“Expose to the Right” & relation to ISO Invariance

Started Jun 16, 2015 | Discussions
RogOldBoy
RogOldBoy New Member • Posts: 8
“Expose to the Right” & relation to ISO Invariance

Hi Folks:

I am fairly well versed with Histograms and ETTR.

My basic understanding of ISO invariance is that you can have an exposure set with ISO 3200, or you can use the same shutter speed and aperture but reduce the ISO to 100 and then push it 5 stops in Camera RAW. Each image, made differently, will have roughly the same exposure value, with the +5 Camera RAW image exhibiting better noise qualities.

My question is “How does this then affect the use of ETTR?”

-- hide signature --

All the best,
RogOldBoy
(Roger Buchanan)

Tom Axford Veteran Member • Posts: 4,660
Re: “Expose to the Right” & relation to ISO Invariance

RogOldBoy wrote:

Hi Folks:

I am fairly well versed with Histograms and ETTR.

My basic understanding of ISO invariance is that you can have an exposure set with ISO 3200, or you can use the same shutter speed and aperture but reduce the ISO to 100 and then push it 5 stops in Camera RAW. Each image, made differently, will have roughly the same exposure value, with the +5 Camera RAW image exhibiting better noise qualities.

My question is “How does this then affect the use of ETTR?”

Just to summarise your two methods:

Method 1: Use ETTR to determine a shutter speed and aperture at ISO 3200.

Method 2: Use the same shutter speed and aperture as in (1), but reduce the ISO to 100 and compensate by pushing 5 stops in pp.

Method 2 is definitely not ETTR. The histogram will be shifted about 5 stops to the left and will be nowhere near the right-hand edge (i.e. the maximum recordable light intensity).

Method 1 is generally considered the safest method as the RGB values at each pixel may be recorded more accurately (more bits are used in the, say, 16-bit numbers used for each of R, G and B).

However, Method 2 may sometimes be more convenient if you are unable to accurately use ETTR (e.g. the light levels are rapidly changing) and you think you might need the headroom to avoid overexposure.

The important point about Method 2 is that (for some cameras, but not all), it should give a comparable image with similar noise levels to the image in Method 1.

However, a lot depends on the particular camera used and how it implements the different ISO values. For some cameras the two methods give almost identical results, but not all cameras behave this way.

Hopefully, someone who knows more about this subject may elaborate. There have been several threads in the past on ISO-less cameras (e.g. this thread).

rsn48 Veteran Member • Posts: 7,680
My problem with ETTR

Exposing to the right received a great deal of acclaim when it first came out but has died somewhat of a quiet death.  It has disappeared into the shadows not so much because it is wrong, it isn't, its right.  But it works more for static and studio settings.  If you shoot action, whether street photography, sports photography, wildlife photography, these types of motion and speed scenarios, you set up the camera often as quickly as you can and shoot.  If God answers prayer, you have a great exposure, sometimes God doesn't answer prayer and you have the dreaded "blinkies" to contend with, or less than dramatic under exposure.

What I'm saying is if you have the time to set up exposure as best you can, lets say landscape; you can be a budding ETTR enthusiast.  But come out with me when I'm shooting night street photography and lets see how well you can ETTR.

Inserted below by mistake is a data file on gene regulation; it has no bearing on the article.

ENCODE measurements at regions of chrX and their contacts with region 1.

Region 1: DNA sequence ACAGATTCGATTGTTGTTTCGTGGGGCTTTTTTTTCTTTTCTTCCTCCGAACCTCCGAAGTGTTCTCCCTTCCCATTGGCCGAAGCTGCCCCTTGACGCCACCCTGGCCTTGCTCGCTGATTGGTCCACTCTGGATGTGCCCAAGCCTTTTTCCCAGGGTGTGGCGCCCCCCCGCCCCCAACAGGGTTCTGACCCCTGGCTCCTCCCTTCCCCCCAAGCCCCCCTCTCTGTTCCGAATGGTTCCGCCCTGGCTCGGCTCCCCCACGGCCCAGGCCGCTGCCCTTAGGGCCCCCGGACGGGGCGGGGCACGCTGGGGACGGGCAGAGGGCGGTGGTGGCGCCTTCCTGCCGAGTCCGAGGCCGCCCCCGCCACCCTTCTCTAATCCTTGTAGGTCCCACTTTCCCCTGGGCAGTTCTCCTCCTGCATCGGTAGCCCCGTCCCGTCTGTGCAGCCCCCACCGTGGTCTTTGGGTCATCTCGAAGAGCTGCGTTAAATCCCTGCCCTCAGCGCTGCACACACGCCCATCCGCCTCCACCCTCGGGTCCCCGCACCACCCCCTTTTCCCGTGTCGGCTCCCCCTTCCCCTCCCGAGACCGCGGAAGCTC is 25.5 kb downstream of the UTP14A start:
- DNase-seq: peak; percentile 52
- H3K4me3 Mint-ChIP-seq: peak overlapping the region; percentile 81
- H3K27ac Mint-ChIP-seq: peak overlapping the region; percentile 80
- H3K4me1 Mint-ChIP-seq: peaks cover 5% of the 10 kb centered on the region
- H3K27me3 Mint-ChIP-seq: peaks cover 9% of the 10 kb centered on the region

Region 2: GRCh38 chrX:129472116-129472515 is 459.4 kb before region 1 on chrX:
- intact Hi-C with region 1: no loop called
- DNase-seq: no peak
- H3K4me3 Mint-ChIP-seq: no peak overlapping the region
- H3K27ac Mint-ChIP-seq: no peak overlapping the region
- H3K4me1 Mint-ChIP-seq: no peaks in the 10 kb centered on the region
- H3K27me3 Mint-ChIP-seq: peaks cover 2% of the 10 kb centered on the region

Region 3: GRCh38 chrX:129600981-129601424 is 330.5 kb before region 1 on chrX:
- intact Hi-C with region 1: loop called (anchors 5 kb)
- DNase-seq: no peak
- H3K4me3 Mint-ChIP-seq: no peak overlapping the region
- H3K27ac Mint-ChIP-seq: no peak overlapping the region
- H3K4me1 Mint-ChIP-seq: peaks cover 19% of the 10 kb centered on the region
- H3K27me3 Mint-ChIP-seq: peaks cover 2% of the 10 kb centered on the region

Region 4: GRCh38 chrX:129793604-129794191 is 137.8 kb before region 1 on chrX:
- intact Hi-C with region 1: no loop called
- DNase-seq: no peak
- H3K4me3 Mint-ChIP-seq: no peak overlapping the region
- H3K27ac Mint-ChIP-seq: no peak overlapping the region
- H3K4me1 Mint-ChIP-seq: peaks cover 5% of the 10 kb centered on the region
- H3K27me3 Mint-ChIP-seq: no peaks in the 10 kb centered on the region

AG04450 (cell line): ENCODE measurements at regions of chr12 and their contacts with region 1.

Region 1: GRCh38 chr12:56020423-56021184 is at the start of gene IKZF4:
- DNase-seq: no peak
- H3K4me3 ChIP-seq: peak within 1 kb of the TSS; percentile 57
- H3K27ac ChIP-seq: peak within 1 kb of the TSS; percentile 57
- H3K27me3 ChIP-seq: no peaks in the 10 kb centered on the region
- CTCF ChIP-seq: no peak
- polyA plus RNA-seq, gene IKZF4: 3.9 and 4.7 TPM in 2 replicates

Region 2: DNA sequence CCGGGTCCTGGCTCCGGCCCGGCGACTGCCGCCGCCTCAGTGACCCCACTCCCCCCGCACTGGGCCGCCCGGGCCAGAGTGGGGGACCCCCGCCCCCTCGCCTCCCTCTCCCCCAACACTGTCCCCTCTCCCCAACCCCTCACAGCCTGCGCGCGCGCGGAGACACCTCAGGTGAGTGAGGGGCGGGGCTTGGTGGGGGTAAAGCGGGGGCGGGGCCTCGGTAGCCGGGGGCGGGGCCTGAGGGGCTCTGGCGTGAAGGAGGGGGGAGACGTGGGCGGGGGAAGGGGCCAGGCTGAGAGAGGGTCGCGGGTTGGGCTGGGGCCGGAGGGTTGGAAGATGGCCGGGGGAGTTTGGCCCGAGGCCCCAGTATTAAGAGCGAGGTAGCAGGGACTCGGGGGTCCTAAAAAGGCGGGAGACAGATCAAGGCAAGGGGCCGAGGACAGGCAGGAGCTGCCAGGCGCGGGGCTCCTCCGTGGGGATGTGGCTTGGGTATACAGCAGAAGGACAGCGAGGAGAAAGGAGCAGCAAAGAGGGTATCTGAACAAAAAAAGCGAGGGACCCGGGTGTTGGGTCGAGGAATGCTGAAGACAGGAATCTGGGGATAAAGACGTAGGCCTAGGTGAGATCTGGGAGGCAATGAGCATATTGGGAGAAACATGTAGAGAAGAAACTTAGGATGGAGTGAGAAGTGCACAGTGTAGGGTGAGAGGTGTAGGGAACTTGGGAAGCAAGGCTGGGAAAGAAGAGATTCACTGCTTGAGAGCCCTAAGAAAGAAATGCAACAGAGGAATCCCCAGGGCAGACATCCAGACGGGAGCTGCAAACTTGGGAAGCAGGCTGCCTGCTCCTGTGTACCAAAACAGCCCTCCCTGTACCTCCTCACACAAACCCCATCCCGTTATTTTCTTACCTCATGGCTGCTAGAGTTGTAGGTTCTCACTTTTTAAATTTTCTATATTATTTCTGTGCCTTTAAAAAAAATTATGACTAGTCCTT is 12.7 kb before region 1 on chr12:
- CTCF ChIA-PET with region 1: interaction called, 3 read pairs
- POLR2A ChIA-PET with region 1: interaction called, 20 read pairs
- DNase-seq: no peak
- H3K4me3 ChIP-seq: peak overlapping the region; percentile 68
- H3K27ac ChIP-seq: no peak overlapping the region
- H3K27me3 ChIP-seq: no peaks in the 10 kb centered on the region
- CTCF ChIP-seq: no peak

-- hide signature --

Given the choice between excellent equipment and excellent skill, I'll go for the skill every time.

Tom Axford Veteran Member • Posts: 4,660
Re: My problem with ETTR

rsn48 wrote:

Exposing to the right received a great deal of acclaim when it first came out but has died somewhat of a quiet death. It has disappeared into the shadows not so much because it is wrong, it isn't, its right. But it works more for static and studio settings. If you shoot action, whether street photography, sports photography, wildlife photography, these types of motion and speed scenarios, you set up the camera often as quickly as you can and shoot. If God answers prayer, you have a great exposure, sometimes God doesn't answer prayer and you have the dreaded "blinkies" to contend with, or less than dramatic under exposure.

What I'm saying is if you have the time to set up exposure as best you can, lets say landscape; you can be a budding ETTR enthusiast. But come out with me when I'm shooting night street photography and lets see how well you can ETTR.

That's a good point, I agree with you entirely!

In those situations where ETTR isn't really workable (and I agree that such situations are very common), then you fall back on judgement and experience.

It is in exactly those circumstances that it may be worth using ISO invariance (if your camera has a reasonable degree of ISO invariance). In other words, choose to deliberately underexpose (by reducing the ISO sensitivity if it is not at its base level) to allow sufficient headroom for any highlights that may be a bit brighter than you expected (and then adjust brightness in pp).

If your camera is ISO invariant (to the degree required), then deliberately underexposing and then correcting in pp may be a better strategy than guessing what you think is most likely to be the correct exposure, but risking clipping the highlights if your guess was wrong.

CheleA Regular Member • Posts: 269
Re: My problem with ETTR

I discovered ETTR about a year ago and have become a great fan of it!  With that said, I can see(and agree) with the points mentioned above.  I'm lucky in that my style/preferences allow for a slow pace, as well as consistant lighting.  ETTR did help me understand "proper" exposure a bit better.  Obviously, the disadvantage, is that it lengthens/complicates the process as it requires PP.

Keyboard shortcuts:
FForum MMy threads